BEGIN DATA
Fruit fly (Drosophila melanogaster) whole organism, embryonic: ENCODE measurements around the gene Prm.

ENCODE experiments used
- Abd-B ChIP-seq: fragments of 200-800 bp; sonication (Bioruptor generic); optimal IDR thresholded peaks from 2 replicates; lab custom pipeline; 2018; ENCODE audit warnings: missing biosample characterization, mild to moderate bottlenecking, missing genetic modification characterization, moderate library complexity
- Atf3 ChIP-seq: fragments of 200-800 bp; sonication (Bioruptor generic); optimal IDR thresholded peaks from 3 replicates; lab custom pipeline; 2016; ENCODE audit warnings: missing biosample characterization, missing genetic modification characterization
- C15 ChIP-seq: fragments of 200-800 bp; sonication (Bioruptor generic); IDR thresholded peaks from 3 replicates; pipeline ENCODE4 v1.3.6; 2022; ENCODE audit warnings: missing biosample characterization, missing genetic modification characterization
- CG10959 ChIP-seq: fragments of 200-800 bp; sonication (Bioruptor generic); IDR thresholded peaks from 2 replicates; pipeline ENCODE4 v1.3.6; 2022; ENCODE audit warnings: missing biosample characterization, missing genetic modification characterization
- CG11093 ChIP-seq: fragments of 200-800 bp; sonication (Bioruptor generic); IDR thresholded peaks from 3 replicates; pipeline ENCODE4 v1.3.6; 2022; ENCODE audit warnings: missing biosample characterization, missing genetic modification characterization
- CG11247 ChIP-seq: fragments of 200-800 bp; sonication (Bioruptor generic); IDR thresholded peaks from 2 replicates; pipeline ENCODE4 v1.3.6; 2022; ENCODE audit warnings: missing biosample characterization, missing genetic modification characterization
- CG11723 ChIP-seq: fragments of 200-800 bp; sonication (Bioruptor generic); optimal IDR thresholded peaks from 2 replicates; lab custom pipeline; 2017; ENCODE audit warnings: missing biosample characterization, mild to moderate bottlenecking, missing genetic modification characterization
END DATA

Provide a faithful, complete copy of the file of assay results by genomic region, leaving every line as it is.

Fruit fly (Drosophila melanogaster) whole organism, embryonic: ENCODE measurements around the gene Prm.

ENCODE experiments used
- Abd-B ChIP-seq: fragments of 200-800 bp; sonication (Bioruptor generic); optimal IDR thresholded peaks from 2 replicates; lab custom pipeline; 2018; ENCODE audit warnings: missing biosample characterization, mild to moderate bottlenecking, missing genetic modification characterization, moderate library complexity
- Atf3 ChIP-seq: fragments of 200-800 bp; sonication (Bioruptor generic); optimal IDR thresholded peaks from 3 replicates; lab custom pipeline; 2016; ENCODE audit warnings: missing biosample characterization, missing genetic modification characterization
- C15 ChIP-seq: fragments of 200-800 bp; sonication (Bioruptor generic); IDR thresholded peaks from 3 replicates; pipeline ENCODE4 v1.3.6; 2022; ENCODE audit warnings: missing biosample characterization, missing genetic modification characterization
- CG10959 ChIP-seq: fragments of 200-800 bp; sonication (Bioruptor generic); IDR thresholded peaks from 2 replicates; pipeline ENCODE4 v1.3.6; 2022; ENCODE audit warnings: missing biosample characterization, missing genetic modification characterization
- CG11093 ChIP-seq: fragments of 200-800 bp; sonication (Bioruptor generic); IDR thresholded peaks from 3 replicates; pipeline ENCODE4 v1.3.6; 2022; ENCODE audit warnings: missing biosample characterization, missing genetic modification characterization
- CG11247 ChIP-seq: fragments of 200-800 bp; sonication (Bioruptor generic); IDR thresholded peaks from 2 replicates; pipeline ENCODE4 v1.3.6; 2022; ENCODE audit warnings: missing biosample characterization, missing genetic modification characterization
- CG11723 ChIP-seq: fragments of 200-800 bp; sonication (Bioruptor generic); optimal IDR thresholded peaks from 2 replicates; lab custom pipeline; 2017; ENCODE audit warnings: missing biosample characterization, mild to moderate bottlenecking, missing genetic modification characterization